Dogs love playing fetch. It's fun, we get to feel useful, we get to show our humans how smart and reliable we are.
The game itself couldn't be simpler. Human throws the ball, you hunt it down and bring it back.
Unfortunately, some humans are tricksy. They hold the ball and make like they're throwing, but the ball doesn't go anywhere. You leap into action, running along the anticipated path of the ball a few steps before you realize it's not where it should be. You stop, look around . . . wha? It's still in the human's hand.
It may or may not cross your mind that this human just made you look foolish, but before you have time to think about it, he draws his hand back again to throw the ball.
At this point different dogs will do different things. A trusting or stupid dog might once again go running in the hopes of staying ahead of the ball, again make it a few steps before realizing . . . that tricksy human's still holding that ball.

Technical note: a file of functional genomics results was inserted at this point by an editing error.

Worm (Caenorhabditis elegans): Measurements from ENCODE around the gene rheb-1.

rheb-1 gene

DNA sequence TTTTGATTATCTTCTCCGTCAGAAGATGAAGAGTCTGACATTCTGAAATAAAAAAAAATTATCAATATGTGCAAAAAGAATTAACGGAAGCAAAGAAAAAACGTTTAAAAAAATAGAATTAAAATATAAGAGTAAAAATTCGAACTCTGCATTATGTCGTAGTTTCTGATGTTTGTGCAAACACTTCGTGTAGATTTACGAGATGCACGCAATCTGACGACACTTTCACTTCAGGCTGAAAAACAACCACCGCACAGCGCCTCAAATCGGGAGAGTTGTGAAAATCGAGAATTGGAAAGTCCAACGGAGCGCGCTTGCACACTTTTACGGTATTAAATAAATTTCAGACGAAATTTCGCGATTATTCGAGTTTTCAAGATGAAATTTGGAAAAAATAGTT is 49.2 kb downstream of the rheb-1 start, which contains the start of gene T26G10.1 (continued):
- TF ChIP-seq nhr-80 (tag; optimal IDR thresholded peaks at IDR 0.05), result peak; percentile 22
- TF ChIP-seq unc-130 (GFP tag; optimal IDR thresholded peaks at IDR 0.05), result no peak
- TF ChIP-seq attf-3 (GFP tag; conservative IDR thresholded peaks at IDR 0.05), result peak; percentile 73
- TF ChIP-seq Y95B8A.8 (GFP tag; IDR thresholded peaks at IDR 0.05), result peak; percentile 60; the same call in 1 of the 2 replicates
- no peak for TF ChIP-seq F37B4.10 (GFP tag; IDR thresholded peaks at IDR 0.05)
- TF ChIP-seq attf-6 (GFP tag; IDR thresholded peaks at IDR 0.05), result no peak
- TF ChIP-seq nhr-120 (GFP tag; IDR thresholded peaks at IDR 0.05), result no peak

Indeed, many dogs will fall for this ploy several times before catching on.
Eventually, however, most of us learn to keep our eye on the ball once we understand the human we're dealing with can't be trusted to do what he wants us to think he's doing.
But then there are the true believers. We all know them; it seems there's one in every dog park. No matter how many times they're disappointed, long after the rest of us have become bored with watching a human pretend he's going to throw a ball and wandered off to pursue more promising activities, one or two especially faithful or stupid dogs remain, steadfast in their faith that this time he's really gonna throw it.
Which, in turn, encourages the tricksy human to keep playing his game, and never let go of the ball. Fooling a bunch of preposterously gullible dogs makes him feel like he's accomplishing something. It's fun, he gets to feel useful, he gets to show us all how superior he thinks he is.
And that's why the rest of us would like to bite him on the ass. Metaphorically speaking, of course.